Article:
Israel’s rightwing Prime Minister Benjamin Netanyahu, who narrowly won Tuesday’s election ahead of a new centrist party, now has the complicated task of forming a new coalition government.
Despised by much of the local media, and the target of jabs by foreign leaders, the 63-year-old Netanyahu was riding high in polls ahead of the election and had been expected to emerge with a strong rightwing mandate.
But exit polls showed his Likud-Yisrael Beitenu list winning only 31 seats in the 120-seat Knesset, followed by the brand-new centrist party Yesh Atid.
The biggest challenge had been seen coming from the far-right national religious Jewish Home, which had experienced a revival under charismatic new leader Naftali Bennett, but the party appeared to have come in fourth.
Netanyahu, once dubbed The Magician for his ability to outwit his political rivals, will now need his famous horse-trading skills to build a government with a working majority.
Smooth-talking and ever ready with a sound bite in slick American-English, Netanyahu became Israel’s youngest premier in 1996, aged 45. But three years later, he was defeated by Labour chief Ehud Barak campaigning under the slogan “Anyone but Bibi”.
Six years later, he served as both foreign minister and finance minister under Likud premier Ariel Sharon.
In late 2005, he took over as Likud leader after Sharon left to found Kadima, and led the party to a humiliating defeat in the 2006 election.
But the party bounced back in 2009.
Known as “Bibi”, the stocky leader with the trademark comb-over has had a difficult relationship with several world leaders, notably US President Barack Obama.
Over the past four years, the two have clashed over the peace process with the Palestinians and how to handle Iran, which Israel and much of the West see as a guise for developing a weapons capability, a charge Tehran denies.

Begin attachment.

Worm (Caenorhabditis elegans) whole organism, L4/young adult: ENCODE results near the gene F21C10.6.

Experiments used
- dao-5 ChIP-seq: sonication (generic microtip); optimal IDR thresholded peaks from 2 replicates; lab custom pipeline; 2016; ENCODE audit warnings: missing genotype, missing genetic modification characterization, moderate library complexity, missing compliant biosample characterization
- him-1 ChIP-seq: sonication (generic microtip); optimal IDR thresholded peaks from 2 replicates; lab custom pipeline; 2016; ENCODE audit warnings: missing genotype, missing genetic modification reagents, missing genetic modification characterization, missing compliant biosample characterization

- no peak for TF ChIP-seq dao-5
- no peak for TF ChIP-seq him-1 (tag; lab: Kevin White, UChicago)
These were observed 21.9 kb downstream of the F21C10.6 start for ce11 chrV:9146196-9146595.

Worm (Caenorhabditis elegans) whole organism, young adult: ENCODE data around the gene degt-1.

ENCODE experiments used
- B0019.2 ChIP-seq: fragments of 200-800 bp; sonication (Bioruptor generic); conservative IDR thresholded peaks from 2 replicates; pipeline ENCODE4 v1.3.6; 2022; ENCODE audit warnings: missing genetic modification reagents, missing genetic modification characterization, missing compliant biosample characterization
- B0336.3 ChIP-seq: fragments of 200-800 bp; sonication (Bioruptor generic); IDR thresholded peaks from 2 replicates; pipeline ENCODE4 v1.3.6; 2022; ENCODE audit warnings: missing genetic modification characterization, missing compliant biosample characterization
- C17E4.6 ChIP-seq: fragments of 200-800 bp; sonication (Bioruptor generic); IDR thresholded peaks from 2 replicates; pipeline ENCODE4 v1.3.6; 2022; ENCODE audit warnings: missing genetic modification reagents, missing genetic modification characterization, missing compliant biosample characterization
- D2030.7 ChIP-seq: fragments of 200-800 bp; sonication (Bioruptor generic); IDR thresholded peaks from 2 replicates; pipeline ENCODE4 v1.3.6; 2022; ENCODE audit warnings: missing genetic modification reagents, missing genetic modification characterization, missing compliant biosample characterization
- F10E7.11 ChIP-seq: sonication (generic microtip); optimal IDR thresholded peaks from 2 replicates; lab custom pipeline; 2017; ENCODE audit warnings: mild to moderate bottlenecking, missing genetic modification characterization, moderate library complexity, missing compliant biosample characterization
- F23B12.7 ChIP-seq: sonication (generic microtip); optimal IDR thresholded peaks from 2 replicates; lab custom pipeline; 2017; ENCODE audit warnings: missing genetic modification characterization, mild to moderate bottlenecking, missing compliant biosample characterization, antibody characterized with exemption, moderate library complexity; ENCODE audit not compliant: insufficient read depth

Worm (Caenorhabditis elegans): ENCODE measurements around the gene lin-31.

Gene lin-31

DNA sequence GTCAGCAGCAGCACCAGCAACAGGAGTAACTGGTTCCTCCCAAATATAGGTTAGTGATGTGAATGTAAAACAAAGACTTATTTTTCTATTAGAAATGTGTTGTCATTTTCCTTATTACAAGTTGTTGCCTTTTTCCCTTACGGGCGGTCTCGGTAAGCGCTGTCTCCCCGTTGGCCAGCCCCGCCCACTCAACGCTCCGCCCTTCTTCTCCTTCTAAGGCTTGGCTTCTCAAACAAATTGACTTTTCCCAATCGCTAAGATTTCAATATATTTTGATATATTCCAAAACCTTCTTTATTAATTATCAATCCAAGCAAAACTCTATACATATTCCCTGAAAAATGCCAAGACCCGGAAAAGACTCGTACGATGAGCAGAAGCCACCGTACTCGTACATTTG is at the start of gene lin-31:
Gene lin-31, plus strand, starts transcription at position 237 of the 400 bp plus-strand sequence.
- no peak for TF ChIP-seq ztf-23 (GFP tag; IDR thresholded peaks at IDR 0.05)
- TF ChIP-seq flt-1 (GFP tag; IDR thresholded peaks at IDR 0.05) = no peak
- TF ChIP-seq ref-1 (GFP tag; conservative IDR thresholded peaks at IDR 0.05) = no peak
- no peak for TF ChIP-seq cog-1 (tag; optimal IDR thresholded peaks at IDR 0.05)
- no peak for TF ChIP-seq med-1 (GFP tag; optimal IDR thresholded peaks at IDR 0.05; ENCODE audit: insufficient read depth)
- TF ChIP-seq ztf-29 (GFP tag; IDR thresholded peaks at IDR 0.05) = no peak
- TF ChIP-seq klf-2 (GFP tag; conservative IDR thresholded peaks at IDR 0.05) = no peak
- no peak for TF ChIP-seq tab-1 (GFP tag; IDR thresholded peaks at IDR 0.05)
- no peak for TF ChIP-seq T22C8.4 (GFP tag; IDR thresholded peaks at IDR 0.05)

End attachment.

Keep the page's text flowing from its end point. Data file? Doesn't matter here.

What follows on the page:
Media reports ahead of the election suggested that US President Barack Obama saw Netanyahu as a “political coward” over the peace process, with his ongoing settlement activity was moving Israel “down a path toward near total isolation”.
In 2011, Obama was overheard discussing Netanyahu with then French president Nicolas Sarkozy who said: “I can’t stand him any more; he’s a liar.”
“You may be sick of him, but me, I have to deal with him every day,” Obama retorted.
Born on October 21, 1949, Netanyahu was educated in the United States after his father Bentzion, a history professor, was considered so right-wing in the Labour-dominated Israel of the time that he was forced to leave.
Before attending the prestigious Massachusetts Institute of Technology, he served in an elite Israeli army commando unit, took part in a number of operations and was wounded. He was discharged with the rank of captain.
He was deeply affected by the death of his elder brother Jonathan, who was killed leading the legendary 1976 Israeli commando raid on an Air France plane hijacked by Palestinians to Entebbe, Uganda.
Netanyahu then plunged into studies of terrorism, writing three books on the subject.
His career took off when he was posted to Israel’s embassy in Washington and later made ambassador to the United Nations, before he launched a political career that has also seen him hold the foreign affairs and finance portfolios.
A staunch conservative, he only accepted the concept of a Palestinian state for the first time in 2009. Yet he has done little to move forward in negotiations, and his government has pushed through the highest number of settler homes in a decade.
He has doggedly insisted that the Palestinians recognise Israel as a “Jewish state” and has rejected their condition for restarting stalled peace talks — freeze on settlement construction.
Netanyahu has vowed not to remove any Jewish settlements and has ruled out any future freeze on construction beyond the so-called Green Line, the line that existed before the 1967 Six-Day War.
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